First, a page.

South 30.9 29.3 25.2 28.9
West 19.1 14.8 19.8 17.4
items asked participants: ‘‘How religious are you?’’ and ‘‘How spiritual are you?’’
The response categories ranged from 0 (Not at all) to 5 (Extremely).
The body of the questionnaire asked participants how important it was
for treatment team members to refer patients to chaplains under various
situations or circumstances. Fifteen situations for potential referral were
listed, based on previous research (Flannelly et al., 2003; Flannelly, Handzo,
Weaver, & Smith, 2005; Fogg, Weaver, Flannelly, & Handzo, 2004). The
response categories were the same as those used for the religion and spirituality
An exploratory principle-components factor analysis with varimax rotation
was conducted on participants’ ratings of the 15 items to identify and group
them into broader categories of issues. Items with factor loadings of
greater than .5 on a given factor and less than .3 on the remaining factors
were retained in the study. The four constructs identified in the factor
analysis are described below. The mean ratings of these four constructs
were used as the dependent variables in a 4 Â 4 Â 4 MANCOVA, with
discipline and type of hospital as between factors. Religious affiliation of
the hospital, patient census, and participants’ age, gender, education,
religiousness, and spirituality were used as covariates, based on past research
(Flannelly et al., 2005).
Referrals to chaplains 367
Table II. Factor analysis of the potential reasons for referring patients to chaplains.
Factor/item Factor loadings Cronbach’s
Meaning, Loss, and Death 0.89
Has a pregnancy loss 0.69
Expresses feelings of grief or loss 0.81
Questions the meaning of life 0.82
Is facing impending death 0.79
Expresses feelings of guilt 0.69
Treatment Issues 0.89
Has difficulty with treatment decisions 0.75
Has an unanticipated adverse outcome 0.72
Is noncompliant with the treatment plan 0.81
Has a new diagnosis or change in diagnosis 0.75
Pain and Depression 0.87
Expresses sadness or loneliness 0.72
Is in serious pain 0.70
Is crying or upset 0.73
Anxiety and Anger 0.90
Is exhibiting anxiety or agitation 0.67
Is angry or complaining 0.68
Factor analysis yielded four general categories or types of issues that encompassed
14 of the 15 specific situations listed on the questionnaire in which one might
refer patients to chaplains. These four constructs were: (1) Meaning, Loss, and
Death—loss, grief, impending death, feelings of guilt, and questions about the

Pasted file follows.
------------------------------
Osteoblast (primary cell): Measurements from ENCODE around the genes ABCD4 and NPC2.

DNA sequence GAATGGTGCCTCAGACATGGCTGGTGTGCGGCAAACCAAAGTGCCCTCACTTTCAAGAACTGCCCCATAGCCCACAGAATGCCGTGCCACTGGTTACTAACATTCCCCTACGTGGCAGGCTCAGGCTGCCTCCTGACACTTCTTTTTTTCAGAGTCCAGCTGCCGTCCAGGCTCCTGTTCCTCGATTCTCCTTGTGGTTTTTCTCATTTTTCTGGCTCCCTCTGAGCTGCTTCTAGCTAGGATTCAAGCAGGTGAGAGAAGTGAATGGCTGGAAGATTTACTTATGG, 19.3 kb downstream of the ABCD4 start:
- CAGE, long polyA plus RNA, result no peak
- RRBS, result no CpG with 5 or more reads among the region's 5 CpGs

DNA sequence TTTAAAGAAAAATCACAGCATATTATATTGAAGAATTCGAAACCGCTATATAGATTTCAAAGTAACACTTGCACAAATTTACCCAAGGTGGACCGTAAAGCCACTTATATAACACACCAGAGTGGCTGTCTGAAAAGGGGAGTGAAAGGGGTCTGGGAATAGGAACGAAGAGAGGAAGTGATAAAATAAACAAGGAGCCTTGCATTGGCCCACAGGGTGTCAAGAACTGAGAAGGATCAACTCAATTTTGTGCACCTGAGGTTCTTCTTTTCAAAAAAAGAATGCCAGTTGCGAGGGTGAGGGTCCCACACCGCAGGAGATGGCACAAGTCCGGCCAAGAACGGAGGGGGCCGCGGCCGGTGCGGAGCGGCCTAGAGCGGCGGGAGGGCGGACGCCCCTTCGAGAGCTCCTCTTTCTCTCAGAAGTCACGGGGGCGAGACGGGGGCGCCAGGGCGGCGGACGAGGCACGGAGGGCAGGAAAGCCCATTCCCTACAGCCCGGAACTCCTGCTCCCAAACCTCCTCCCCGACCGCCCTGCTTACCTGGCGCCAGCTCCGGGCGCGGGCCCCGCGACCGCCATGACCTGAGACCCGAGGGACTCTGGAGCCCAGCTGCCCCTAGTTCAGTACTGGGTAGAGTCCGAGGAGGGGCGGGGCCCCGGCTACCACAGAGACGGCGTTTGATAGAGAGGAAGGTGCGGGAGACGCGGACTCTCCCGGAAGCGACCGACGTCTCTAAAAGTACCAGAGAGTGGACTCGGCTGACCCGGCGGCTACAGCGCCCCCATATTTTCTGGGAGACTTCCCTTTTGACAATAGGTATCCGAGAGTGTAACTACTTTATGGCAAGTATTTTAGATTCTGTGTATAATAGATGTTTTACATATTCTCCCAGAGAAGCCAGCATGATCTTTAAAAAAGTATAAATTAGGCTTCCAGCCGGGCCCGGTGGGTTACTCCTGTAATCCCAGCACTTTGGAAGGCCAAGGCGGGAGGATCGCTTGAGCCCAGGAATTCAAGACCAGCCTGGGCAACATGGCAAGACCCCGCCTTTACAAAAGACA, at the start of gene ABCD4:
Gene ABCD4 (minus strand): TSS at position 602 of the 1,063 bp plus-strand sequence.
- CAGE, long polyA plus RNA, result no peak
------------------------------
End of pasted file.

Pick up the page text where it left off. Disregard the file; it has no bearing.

meaning of life; (2) Treatment Issues—change in diagnosis, unanticipated adverse
outcomes, noncompliance, or difficult treatment decisions; (3) Pain and
Depression—crying, feeling sad or lonely, or being in serious pain; (4) Anxiety
and Anger—complaining, expressing anxiety, agitation or anger. Table II shows
the factor loadings associated with the potential reasons for referring patients
to chaplains and the Cronbach alphas for the four factors.
The analyses found statistically significant differences with respect to professional
discipline, type of hospital, and types of issues themselves. Directors from all
disciplines indicated that it was most important to refer patients to chaplains
for issues related to meaning. Other issues were rated significantly lower by
all directors, with anxiety and anger rated the lowest.
Effects of discipline. The analyses revealed a significant main effect for discipline
for all four dependent variables (see Table III). A significant interaction of
discipline and types of issues was also found in that some disciplines rated
the importance of some issues higher than others. Univariate analyses were
conducted to examine these interactions. Orthogonal contrasts showed that
368 Kathleen Galek et al.
Table III. Mean importance of referring patients to chaplains for different types of issues
Medicine Nursing Social Services Pastoral Care Main effect of
(n ¼ 278) (n ¼ 230) (n ¼ 229) (n ¼ 470) discipline
Types of issues M SD M SD M SD M SD F 2
Meaning, Loss, 3.15 0.85 3.38 0.76 3.26 0.08 3.74 0.55 14.64* 0.19
Treatment 1.93 0.89 2.37 0.87 2.16 0.96 2.82 0.74 28.63* 0.18
Pain and 1.91 0.80 2.25 0.79 2.04 0.94 2.68 0.74 23.04* 0.14
Anxiety 1.56 0.86 1.84 0.93 1.63 0.94 2.47 0.84 30.06* 0.17
pastoral care directors gave importance ratings that were significantly higher
than the importance ratings given by the other three disciplines on treatment